• I think you miss the point. It’s not fake cops, it hasn’t been fake cops for a few years now, it’s the real police and when they ask you for your ticket, it adds an unwelcome level of intimidation. Having a group of cops get on a bus and demand everyone show proof of payment doesn’t make for a pleasant travel experience. Remember when you only had to hold on to a transfer when you needed one?

      Also, I never criticized the fares, only that special passes, regular passes and discounts don’t work at all metro stops, namely those in Laval and the South Shore.

      If the STM wants to encourage more people to use public transit, then these measures are counterproductive to that cause.

    • I think you miss the point. It’s not fake STM cops, it hasn’t been fake cops for a few years now, it’s the real SPVM police and when they ask you for your ticket, it adds an unwelcome level of intimidation. Having a group of cops get on a bus and demand everyone show proof of payment doesn’t make for a pleasant travel experience. Remember when you only had to hold on to a transfer when you needed one?

      Also, I never really criticized the fares, just mentioned that they were higher and that special passes, regular passes and discounts don’t work at all metro stops, namely those in Laval and the South Shore.

      If the STM wants to encourage more people to use public transit, then these measures are counterproductive to that cause.

      • I call them fake police because, well that’s how I see them – that’s all! I know they are real police, but in my mind, I think it’s funny that they are trained for such higher jobs, but get stuck checking bus tickets, hence the term “fake STM police”. I know their fines must be paid, and if you don’t, you may potentially get in more trouble, etc, and I didn’t even disagree with you on the fact that they can be bothersome, but I do see the need for them. Why should I have to pay to use the service, when another gets in for free without penalty?
        And yes, I remember holding on to one transfer when I needed it, and I also distinctively remember keeping the same transfer for a couple of days and using that to board the bus instead of paying the fare (bare in mind, I was in high school at the time and didn’t know any better, and many were doing so as well).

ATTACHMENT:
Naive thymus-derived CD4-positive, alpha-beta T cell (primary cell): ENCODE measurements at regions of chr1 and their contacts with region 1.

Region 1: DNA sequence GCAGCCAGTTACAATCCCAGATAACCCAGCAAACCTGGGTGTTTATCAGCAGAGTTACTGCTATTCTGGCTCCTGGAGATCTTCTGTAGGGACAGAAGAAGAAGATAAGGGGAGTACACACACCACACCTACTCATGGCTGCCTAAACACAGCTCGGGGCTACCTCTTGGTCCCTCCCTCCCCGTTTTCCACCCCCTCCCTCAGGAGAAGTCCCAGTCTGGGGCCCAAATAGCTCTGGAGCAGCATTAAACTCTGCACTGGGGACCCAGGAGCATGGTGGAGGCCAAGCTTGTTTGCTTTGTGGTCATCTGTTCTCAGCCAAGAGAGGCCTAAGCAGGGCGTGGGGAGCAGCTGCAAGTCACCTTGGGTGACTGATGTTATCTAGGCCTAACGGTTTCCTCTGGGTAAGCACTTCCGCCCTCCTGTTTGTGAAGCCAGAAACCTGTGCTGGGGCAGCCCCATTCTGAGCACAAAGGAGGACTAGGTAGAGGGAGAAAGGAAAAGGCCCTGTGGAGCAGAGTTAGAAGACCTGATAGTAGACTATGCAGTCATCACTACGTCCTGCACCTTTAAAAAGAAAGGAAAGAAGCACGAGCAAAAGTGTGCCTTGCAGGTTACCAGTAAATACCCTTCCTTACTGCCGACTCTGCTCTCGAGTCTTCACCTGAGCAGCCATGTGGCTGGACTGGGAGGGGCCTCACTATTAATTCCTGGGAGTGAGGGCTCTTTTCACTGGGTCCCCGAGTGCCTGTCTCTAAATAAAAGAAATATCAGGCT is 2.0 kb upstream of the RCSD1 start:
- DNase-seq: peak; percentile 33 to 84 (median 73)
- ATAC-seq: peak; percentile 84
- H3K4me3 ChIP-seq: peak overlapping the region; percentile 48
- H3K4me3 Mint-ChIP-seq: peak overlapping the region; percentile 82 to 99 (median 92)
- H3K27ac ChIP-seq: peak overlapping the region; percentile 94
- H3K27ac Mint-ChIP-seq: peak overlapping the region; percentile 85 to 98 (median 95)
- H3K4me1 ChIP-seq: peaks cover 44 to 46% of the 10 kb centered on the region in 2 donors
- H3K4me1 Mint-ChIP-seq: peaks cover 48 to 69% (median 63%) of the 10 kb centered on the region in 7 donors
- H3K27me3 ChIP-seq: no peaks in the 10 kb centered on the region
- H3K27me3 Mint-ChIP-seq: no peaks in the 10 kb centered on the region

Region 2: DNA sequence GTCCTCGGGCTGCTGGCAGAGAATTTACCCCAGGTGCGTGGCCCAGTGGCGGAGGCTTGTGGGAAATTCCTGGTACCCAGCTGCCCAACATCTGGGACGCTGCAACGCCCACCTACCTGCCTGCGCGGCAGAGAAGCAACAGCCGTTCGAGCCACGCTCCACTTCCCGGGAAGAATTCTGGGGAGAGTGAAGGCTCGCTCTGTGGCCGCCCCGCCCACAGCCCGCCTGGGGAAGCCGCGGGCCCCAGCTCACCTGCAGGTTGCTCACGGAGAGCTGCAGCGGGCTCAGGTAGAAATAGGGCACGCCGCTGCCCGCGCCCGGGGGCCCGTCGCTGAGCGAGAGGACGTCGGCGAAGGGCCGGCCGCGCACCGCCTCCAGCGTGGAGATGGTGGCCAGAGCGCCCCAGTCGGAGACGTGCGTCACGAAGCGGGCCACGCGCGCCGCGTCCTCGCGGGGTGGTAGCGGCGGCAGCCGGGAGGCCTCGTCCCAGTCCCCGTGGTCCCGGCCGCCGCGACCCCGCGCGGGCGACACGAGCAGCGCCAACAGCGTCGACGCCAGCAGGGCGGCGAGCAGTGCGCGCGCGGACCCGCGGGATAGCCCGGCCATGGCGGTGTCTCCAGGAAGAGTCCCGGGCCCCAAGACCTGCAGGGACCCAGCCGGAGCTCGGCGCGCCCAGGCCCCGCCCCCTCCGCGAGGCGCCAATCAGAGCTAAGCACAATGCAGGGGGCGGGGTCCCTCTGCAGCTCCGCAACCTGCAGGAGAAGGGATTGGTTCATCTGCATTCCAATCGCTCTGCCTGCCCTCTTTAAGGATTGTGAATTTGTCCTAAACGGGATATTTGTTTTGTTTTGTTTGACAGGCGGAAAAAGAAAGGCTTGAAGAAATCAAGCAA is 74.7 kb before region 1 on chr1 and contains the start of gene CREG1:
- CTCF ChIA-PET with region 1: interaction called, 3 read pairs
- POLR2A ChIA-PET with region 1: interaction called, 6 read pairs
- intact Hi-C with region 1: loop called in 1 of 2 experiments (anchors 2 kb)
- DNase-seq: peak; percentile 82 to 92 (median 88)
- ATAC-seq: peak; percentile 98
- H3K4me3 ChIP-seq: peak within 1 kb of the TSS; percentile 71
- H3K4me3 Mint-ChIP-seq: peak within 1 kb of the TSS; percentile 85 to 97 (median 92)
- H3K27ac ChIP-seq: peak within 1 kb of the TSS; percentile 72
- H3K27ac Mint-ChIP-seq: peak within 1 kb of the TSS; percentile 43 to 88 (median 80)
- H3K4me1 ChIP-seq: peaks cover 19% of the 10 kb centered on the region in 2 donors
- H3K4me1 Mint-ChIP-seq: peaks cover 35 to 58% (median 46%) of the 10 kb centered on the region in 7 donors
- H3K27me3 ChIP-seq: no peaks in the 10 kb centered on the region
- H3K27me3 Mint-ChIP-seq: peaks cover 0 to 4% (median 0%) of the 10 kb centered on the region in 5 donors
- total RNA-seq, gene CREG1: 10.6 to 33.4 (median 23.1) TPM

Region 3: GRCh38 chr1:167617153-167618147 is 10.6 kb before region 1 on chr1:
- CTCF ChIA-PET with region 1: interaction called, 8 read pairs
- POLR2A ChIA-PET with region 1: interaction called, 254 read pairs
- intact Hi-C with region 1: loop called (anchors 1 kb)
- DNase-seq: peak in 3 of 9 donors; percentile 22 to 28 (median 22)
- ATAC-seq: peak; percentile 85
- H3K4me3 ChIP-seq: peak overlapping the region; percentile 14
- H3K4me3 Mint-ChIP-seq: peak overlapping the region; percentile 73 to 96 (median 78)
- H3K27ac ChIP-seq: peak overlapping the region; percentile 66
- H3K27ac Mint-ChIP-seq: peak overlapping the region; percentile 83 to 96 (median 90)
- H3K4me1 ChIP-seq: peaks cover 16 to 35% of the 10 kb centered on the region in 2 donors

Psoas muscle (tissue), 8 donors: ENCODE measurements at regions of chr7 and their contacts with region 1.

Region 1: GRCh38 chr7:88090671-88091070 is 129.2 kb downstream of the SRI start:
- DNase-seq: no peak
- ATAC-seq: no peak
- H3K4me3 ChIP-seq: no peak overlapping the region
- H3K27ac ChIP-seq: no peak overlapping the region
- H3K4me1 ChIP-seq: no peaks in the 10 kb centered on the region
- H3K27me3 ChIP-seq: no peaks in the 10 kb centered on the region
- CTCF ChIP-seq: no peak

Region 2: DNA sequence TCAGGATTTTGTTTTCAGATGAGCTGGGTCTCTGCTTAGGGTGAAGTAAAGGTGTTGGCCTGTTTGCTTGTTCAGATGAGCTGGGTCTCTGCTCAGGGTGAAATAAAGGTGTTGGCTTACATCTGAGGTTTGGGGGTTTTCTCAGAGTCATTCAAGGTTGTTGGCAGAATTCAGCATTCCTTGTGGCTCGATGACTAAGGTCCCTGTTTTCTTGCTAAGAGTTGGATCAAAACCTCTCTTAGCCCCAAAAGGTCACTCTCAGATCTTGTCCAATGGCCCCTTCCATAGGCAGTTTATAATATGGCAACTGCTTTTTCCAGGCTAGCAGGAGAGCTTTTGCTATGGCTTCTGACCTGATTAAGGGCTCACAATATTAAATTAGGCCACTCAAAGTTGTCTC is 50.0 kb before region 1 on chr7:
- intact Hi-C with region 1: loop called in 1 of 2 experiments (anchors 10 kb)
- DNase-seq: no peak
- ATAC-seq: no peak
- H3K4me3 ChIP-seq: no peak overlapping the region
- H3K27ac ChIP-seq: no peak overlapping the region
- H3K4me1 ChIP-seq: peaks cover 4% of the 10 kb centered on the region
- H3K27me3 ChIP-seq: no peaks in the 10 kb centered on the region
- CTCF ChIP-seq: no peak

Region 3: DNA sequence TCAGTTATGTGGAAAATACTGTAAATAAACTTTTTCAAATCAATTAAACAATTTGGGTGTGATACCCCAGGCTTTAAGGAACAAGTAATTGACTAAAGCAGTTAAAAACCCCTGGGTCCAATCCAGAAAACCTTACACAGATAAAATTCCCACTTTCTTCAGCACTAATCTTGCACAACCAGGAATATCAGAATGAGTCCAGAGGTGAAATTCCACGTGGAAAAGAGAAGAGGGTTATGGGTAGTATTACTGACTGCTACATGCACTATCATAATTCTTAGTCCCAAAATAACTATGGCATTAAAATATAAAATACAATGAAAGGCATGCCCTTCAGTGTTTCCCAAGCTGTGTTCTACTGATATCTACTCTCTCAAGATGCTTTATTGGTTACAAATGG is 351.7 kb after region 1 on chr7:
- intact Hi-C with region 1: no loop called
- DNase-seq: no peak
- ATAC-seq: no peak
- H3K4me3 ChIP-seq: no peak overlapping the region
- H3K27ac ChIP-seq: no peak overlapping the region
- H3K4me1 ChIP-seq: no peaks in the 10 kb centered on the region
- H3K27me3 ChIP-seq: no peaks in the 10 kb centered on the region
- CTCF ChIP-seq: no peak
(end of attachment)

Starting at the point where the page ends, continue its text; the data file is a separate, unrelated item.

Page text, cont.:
With such high gas prices for cars, and the use of designated lanes for buses, which usually beat out traffic in some cases, at least in my area, I don’t think the STM will have a huge problem encouraging more people to use public tansportation.

  • The real issue with user fees and the ever growing government contributions is the ELITE class of STM workers that we have created and are now stuck with.

    Every year there is a strike, either the bus drivers, the ticket booth people, the cleaners, the maintenance workers etc..

    With 4 year agreements and more than 4 groups that’s one strike a year if we don’t agree to pay hikes. They feel as they are now entitled to an increase each and every year, and pretty much have us by the balls because of how committed we now are to public transport thanks to our own government.

    60k driving a bus. Soon our bus drivers will be better of than our nurses (those who haven’t moved yet). It’s nice to know where this society gives respect.

  • Thanks for calling out the STM on their scary new police policy. I’d like to point out something I’ve witnessed now *several* times in the last month or so: transit ‘cops’ unjustly targeting people of colour, usually men. Maybe this is because the Montreal cops in general have a problem with racial profiling. Maybe its because 99% of the metro cops seem to be white guys on a power trip. I dunno. But its distressing to see them haul away a young black guy for blocking the metro doors, when right next to him a white guy in a suit and tie was doing the exact same thing. Or chasing a dude down the stairs yelling at him, hands over their guns. His crime? From what I could tell: Wearing headphones and looking righteous. WTF. This racial profiling shit has GOT TO STOP.